Research team leads the way in a green chemistry breakthrough for renewables | 8/17/2015 | Staff
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Electrolytic water splitting is widely understood to be the most feasible method for the production of green hydrogen fuel as a versatile means of storage and long-range transportation for the intermittent renewable energy.

The development of water splitting technologies is important to Australia as a country with enormous renewable energy resources, according Dr. Alexandr Simonov from the Monash School of Chemistry, and the lead author of a paper published today in Nature Catalysis, which sheds new light on electrolytic water splitting.

Energy - Energy - Carrier - Energy - Australia

"Renewable energy requires an energy carrier which will allow energy to be transported around Australia and exported in the most efficient manner," said Dr. Simonov, who is also a member of the Australian Centre for Electromaterials Science.

"In a practical context this requires robust electromaterials – catalysts, which can accelerate two half-reactions of the water splitting process – the hydrogen evolution and the oxygen evolution reactions," he said.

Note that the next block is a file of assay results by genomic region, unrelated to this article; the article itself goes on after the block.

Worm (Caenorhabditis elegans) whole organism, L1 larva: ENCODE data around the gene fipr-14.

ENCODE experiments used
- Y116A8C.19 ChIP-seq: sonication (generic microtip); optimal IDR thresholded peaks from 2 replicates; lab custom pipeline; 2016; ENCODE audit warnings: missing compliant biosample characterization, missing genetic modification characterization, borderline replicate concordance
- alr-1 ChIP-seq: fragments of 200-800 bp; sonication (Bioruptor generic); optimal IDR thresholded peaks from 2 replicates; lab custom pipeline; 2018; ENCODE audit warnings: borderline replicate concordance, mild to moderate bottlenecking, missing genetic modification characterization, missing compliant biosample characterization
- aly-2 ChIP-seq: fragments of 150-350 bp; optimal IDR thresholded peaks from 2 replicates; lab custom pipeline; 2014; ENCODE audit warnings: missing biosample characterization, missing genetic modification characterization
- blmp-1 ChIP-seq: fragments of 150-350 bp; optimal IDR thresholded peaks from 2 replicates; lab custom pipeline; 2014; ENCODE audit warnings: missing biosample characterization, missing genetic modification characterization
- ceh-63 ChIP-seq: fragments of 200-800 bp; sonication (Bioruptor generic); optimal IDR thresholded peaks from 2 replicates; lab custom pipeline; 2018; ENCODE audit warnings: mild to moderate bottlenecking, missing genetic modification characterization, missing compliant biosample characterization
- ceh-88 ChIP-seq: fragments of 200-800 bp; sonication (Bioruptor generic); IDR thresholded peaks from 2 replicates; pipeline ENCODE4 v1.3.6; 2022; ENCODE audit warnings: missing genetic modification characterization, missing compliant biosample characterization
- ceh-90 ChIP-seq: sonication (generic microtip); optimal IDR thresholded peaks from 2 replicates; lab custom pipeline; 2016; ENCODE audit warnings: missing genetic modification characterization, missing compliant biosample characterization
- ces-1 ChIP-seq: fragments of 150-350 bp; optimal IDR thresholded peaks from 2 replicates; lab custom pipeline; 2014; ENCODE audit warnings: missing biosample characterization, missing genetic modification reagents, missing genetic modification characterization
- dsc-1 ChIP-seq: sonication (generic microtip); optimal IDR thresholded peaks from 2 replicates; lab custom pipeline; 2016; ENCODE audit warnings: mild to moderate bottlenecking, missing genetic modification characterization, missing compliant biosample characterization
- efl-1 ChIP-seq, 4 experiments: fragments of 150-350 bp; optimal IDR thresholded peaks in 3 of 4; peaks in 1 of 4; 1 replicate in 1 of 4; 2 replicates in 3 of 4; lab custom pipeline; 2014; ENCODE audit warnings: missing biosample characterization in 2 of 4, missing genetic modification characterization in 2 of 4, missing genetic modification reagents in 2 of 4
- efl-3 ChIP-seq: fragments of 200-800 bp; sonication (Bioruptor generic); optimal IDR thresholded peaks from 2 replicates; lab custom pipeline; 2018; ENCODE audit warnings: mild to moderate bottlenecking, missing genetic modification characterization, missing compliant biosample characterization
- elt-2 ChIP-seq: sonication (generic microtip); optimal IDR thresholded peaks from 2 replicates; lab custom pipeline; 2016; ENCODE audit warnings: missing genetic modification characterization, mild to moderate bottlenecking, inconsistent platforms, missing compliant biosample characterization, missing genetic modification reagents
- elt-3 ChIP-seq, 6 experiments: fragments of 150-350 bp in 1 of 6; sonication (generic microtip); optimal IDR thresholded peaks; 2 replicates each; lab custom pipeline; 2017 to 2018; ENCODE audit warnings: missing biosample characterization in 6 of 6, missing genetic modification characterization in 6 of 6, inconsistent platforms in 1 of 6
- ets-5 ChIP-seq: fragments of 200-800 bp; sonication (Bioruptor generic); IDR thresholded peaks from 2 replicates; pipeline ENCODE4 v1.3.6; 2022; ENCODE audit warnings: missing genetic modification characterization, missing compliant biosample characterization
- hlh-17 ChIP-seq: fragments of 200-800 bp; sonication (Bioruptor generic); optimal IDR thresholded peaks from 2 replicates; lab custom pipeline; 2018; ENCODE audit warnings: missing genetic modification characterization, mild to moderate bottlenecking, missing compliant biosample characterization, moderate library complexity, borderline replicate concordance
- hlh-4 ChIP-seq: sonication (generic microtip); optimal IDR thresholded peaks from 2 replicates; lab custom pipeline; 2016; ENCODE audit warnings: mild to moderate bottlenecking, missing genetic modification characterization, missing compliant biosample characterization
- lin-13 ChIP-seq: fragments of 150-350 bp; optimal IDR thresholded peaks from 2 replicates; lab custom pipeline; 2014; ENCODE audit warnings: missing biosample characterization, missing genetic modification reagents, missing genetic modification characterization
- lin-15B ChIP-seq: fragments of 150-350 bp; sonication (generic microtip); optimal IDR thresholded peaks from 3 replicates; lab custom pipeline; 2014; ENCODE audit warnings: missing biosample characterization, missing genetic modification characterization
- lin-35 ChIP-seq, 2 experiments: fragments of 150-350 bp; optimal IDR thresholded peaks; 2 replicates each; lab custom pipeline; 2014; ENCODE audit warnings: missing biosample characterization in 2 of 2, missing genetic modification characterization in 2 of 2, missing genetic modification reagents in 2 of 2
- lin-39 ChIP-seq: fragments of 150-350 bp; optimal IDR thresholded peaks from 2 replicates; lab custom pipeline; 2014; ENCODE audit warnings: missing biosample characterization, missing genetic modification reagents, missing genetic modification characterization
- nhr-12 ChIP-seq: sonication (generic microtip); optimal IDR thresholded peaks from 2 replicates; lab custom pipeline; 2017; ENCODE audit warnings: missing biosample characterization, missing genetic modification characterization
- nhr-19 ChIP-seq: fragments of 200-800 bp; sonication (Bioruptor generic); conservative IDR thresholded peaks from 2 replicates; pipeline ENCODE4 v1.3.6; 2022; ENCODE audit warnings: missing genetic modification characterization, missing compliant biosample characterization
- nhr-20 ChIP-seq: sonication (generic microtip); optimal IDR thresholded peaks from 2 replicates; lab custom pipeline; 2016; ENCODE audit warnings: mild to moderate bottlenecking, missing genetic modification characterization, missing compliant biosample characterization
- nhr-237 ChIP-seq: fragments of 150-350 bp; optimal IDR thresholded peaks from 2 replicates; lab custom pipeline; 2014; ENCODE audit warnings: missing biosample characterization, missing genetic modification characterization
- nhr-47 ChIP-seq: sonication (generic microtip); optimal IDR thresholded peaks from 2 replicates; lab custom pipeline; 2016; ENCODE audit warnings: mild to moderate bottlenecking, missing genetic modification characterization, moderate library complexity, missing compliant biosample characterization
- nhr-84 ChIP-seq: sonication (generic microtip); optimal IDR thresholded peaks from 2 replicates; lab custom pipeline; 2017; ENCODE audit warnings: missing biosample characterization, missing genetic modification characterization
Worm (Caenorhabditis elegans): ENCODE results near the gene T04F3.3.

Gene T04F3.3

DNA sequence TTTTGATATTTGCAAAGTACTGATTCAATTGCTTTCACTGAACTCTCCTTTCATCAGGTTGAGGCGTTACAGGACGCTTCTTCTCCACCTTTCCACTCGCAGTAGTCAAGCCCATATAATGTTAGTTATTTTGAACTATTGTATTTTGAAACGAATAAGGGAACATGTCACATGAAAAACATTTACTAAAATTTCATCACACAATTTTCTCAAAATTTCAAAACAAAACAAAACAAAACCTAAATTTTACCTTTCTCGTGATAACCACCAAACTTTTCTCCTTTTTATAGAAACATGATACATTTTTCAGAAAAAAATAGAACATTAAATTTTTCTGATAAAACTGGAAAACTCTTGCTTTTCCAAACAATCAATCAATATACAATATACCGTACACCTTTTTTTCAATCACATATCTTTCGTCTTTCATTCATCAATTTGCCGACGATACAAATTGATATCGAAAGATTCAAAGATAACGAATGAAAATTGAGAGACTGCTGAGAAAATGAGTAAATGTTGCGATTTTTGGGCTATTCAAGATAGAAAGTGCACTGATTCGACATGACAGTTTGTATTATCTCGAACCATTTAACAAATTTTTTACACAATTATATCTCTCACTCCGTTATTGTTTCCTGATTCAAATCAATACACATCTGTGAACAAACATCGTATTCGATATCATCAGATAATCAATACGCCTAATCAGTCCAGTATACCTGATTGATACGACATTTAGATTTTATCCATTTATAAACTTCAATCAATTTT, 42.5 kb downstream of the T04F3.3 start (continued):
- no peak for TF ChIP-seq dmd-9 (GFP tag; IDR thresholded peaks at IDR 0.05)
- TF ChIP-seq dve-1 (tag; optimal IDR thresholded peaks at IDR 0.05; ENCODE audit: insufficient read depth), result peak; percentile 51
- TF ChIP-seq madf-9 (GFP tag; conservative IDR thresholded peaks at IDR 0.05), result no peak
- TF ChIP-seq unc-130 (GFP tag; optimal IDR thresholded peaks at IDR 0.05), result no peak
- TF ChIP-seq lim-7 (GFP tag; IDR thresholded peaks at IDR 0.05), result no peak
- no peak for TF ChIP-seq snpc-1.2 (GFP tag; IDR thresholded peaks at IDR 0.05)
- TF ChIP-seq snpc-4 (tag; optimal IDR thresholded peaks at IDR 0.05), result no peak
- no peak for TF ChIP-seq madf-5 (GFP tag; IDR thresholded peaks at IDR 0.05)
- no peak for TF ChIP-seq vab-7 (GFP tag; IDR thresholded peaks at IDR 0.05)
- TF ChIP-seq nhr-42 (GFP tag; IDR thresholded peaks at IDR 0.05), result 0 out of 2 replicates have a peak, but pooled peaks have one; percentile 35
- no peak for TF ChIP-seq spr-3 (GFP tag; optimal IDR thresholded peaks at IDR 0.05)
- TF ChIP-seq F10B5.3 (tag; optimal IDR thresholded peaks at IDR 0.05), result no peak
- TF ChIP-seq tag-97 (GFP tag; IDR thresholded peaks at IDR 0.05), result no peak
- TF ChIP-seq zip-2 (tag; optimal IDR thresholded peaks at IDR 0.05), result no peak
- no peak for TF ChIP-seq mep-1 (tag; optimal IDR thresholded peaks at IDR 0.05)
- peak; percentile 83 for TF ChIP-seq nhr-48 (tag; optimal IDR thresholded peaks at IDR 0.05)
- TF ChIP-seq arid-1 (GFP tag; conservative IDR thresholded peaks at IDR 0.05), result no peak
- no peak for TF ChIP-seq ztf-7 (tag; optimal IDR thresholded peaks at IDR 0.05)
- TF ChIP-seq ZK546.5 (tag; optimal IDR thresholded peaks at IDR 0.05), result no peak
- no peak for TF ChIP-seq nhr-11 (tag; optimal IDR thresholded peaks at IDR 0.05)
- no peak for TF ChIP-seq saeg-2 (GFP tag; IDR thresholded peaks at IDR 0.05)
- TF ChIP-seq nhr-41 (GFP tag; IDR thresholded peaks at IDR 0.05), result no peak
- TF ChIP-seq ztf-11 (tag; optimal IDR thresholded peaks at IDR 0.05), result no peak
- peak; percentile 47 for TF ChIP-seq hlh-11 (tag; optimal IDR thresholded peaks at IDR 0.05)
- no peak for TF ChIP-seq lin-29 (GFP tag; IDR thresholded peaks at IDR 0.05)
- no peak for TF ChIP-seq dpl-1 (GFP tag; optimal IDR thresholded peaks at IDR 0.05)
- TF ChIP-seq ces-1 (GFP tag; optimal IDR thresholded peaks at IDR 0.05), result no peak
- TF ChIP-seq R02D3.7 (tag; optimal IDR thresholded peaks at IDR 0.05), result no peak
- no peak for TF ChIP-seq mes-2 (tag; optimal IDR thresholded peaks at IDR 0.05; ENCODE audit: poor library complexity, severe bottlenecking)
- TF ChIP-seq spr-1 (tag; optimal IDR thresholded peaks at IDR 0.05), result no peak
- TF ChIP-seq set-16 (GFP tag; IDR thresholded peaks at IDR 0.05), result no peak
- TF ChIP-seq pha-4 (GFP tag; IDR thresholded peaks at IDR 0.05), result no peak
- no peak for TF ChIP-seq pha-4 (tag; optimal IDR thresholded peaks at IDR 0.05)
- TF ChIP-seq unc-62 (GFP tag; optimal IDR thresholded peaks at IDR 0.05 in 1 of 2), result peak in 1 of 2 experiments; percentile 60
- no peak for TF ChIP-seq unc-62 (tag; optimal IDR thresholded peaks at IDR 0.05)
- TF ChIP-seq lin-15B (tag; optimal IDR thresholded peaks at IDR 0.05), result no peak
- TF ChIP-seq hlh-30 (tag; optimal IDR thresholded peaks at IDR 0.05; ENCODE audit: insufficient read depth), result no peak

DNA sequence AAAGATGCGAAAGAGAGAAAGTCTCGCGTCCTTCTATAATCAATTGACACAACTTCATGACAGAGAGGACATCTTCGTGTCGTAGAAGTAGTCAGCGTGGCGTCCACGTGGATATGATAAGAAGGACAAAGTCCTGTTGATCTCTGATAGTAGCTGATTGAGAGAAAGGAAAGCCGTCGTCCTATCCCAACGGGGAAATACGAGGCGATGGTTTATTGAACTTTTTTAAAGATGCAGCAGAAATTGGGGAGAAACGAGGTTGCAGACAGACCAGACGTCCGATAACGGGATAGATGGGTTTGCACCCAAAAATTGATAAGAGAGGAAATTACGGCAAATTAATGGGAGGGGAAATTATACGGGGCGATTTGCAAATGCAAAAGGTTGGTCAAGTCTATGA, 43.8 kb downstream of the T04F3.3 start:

Research - Team - System - Earth - Elements

"Our research team has introduced an intrinsically stable, 'self-healing' catalytic system based on earth abundant elements to promote the water electrolysis process in a strongly acidic environment and elevated temperatures.

"The catalyst demonstrates the state-of-the-art activity, and most importantly, exhibits unparalleled stability under a wide range of aggressive, technologically relevant conditions of water splitting."

Facilities - Monash - School - Chemistry - Monash

The facilities at the Monash School of Chemistry, Monash Centre of Electron Microscopy, Monash X-ray Platform, CSIRO and...
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